Another area of medical billing fraud cases in the health care system occurs when a healthcare provider submits a false claim to health insurance providers under the FCA for misrepresenting the credentials of the person that provided the services. These cases typically involve a provider representing to the government that someone eligible for reimbursement provided the service when it was actually performed by a person precluded from reimbursement. Cases involving misrepresentation of credentials may involve a wide variety of factual scenarios, including providing reimbursement claims with incorrect provider identification numbers (“PIN”), billing for services rendered by an unlicensed physician, or falsely representing that a teaching physician was present for procedures provided by a university’s medical school in accordance with applicable Medicare regulations.
3. UPCODING OR IMPROPER CODING OF GOODS AND SERVICES
When submitting a claim for Medicare reimbursement to the government, the claimant must provide documentation and medical records that support the claim. Appropriate documentation typically involves correctly coding certain services to enable the government to reimburse the healthcare provider at the proper rate. Coding accuracy is a major concern for all physician offices, clinics, and hospitals because incorrect coding can have severe financial and even criminal consequences. As a result, healthcare providers, such as hospitals and physician groups, will often contract with outside vendors to perform coding and billing services. The physicians send a copy of their charts to the vendors, which, in turn, code the services or procedures performed and submit a claim for reimbursement to Medicare. If the vendor submits reimbursement claims for a higher billing code than what is justified by the physician’s charts, then the vendor may be liable for submitting false claims.
4. BUNDLING AND UNBUNDLING PROCEDURES
The term “bundling” refers to coding related medical services as one inclusive procedure, in contrast to submitting claims for separate services. For example, a laboratory testing facility may bundle the codes and, therefore, the cost of a procedure that analyzes several components at once. The Center for Medicare and Medicaid Services provides some guidelines to providers for which services and goods should be bundled in a document called the Hospital Manual. The Hospital Manual requires healthcare providers to combine these types of services into a single claim for reimbursement. Therefore, bundling services is simply the method healthcare providers should use to bill Medicare. It is not an FCA violation. However, many providers will initially bundle services to receive reimbursement for the one inclusive procedure but then submit another claim in which the same procedure has been unbundled into separate procedures to receive a second reimbursement on the same services. This is termed “unbundling” and can “double” the reimbursement collected from Medicare for services or procedures performed. This double billing technique may lead to liability under the FCA.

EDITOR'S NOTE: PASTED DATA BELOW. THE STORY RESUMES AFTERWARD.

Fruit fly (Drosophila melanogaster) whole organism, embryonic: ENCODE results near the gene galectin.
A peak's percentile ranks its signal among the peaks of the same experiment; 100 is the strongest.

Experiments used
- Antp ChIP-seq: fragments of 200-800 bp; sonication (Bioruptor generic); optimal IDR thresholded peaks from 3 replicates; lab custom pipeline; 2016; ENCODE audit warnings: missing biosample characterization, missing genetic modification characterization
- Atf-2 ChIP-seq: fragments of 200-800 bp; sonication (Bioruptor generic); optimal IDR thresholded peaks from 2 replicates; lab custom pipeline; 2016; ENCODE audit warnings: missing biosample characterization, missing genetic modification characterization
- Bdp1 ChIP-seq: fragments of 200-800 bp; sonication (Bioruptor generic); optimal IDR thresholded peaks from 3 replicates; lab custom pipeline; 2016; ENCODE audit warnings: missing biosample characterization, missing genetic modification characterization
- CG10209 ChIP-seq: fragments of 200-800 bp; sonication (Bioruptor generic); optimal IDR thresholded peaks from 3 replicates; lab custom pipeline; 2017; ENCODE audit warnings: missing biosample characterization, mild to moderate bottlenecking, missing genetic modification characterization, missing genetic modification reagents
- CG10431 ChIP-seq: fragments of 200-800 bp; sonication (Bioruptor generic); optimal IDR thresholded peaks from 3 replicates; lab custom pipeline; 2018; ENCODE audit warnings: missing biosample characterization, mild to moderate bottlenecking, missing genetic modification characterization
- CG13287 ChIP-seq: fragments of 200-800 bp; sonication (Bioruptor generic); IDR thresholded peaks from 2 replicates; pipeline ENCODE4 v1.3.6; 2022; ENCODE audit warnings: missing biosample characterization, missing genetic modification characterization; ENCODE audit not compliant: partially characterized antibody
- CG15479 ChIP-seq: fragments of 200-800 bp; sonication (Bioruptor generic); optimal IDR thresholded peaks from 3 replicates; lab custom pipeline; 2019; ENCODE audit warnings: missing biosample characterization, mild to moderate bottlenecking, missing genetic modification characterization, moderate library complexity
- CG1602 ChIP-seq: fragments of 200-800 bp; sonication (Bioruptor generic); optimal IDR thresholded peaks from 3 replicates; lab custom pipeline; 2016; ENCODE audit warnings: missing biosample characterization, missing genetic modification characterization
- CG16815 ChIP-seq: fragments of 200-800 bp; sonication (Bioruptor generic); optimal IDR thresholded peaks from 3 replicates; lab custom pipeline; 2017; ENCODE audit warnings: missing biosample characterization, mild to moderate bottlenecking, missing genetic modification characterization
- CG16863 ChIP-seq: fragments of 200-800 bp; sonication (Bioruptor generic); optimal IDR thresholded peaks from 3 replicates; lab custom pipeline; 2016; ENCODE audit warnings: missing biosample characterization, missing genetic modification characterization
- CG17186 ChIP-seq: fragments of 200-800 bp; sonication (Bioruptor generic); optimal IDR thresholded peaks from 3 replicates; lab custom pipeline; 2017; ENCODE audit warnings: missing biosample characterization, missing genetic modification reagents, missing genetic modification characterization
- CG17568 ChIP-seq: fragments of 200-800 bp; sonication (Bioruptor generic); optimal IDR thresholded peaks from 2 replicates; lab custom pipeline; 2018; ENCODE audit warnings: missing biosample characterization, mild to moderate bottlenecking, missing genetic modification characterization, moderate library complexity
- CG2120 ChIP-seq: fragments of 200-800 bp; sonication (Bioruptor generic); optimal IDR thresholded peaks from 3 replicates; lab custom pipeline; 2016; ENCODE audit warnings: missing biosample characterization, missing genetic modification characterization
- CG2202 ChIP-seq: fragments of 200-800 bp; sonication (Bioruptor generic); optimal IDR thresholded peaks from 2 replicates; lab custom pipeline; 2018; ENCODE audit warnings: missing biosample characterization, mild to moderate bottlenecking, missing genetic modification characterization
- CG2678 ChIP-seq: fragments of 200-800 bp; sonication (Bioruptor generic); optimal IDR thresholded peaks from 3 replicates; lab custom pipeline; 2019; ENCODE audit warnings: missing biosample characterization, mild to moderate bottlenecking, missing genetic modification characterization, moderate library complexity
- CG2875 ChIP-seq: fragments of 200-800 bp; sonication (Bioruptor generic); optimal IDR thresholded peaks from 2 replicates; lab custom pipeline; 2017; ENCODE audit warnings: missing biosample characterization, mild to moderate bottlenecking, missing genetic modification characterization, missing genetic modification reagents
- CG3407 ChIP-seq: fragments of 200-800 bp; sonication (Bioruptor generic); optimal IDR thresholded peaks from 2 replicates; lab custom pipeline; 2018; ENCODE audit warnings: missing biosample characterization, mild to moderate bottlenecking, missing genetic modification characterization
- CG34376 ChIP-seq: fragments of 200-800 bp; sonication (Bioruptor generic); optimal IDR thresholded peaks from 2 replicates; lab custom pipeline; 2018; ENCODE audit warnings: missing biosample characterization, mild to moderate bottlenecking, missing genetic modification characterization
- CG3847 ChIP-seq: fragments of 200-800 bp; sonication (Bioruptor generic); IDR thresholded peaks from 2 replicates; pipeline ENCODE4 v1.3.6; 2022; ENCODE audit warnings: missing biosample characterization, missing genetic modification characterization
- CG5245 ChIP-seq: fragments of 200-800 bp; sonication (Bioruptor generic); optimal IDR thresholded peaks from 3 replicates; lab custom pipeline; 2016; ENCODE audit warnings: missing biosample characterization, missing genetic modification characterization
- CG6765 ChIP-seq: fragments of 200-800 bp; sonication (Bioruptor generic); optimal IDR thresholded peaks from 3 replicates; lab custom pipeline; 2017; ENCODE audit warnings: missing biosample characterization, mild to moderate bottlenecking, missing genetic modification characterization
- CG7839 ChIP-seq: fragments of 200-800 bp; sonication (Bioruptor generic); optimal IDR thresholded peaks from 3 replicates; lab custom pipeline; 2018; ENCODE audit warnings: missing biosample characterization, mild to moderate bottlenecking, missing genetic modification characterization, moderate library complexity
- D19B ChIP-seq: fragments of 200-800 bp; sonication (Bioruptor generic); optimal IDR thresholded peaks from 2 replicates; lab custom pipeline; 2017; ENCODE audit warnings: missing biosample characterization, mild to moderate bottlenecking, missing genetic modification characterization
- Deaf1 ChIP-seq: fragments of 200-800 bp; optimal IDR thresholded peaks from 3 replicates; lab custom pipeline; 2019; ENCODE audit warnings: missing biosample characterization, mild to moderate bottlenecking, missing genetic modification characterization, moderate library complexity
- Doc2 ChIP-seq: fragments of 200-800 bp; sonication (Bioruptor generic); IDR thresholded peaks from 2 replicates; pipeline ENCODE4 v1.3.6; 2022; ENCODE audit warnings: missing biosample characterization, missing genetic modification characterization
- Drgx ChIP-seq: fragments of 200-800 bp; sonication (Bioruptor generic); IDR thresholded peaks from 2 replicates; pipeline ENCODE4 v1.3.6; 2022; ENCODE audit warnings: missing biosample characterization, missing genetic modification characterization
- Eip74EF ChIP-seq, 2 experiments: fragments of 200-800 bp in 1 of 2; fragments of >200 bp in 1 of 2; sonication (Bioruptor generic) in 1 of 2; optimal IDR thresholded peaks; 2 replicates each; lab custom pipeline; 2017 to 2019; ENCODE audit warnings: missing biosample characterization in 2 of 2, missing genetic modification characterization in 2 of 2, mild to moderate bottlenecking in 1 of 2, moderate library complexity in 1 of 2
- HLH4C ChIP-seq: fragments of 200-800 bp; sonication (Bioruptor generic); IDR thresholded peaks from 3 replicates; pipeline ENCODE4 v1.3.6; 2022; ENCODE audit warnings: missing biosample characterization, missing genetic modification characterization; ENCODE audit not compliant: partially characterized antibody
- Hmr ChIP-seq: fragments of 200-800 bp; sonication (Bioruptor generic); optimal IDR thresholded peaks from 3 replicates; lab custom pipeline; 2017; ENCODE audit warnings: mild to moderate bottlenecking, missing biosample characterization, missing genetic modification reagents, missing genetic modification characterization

5. MISREPRESENTATION OF PATIENT DATA – POPULATIONS
Many physicians provide services for patients either in a nursing home, via telemedicine, where the patient resides, or in the physician’s office. Due to complex interactions between nursing homes and physicians, billing inaccuracies frequently occur that could translate into false claims.
For more information and case citations, please see “Federal False Claims Act and Qui Tam Litigation,” published by Law Journal Press (2010).
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You should be aware that qui tam claims are subject to a Statute of Limitations. The area of limitations periods is complex. There are also first to file rules, public disclosure bars, original source issues, and varying limitations in pursuing retaliation claims. If you wish to pursue your claims, you should promptly seek the opinion of an attorney regarding the merits of your qui tam claim and the applicable statute of limitations.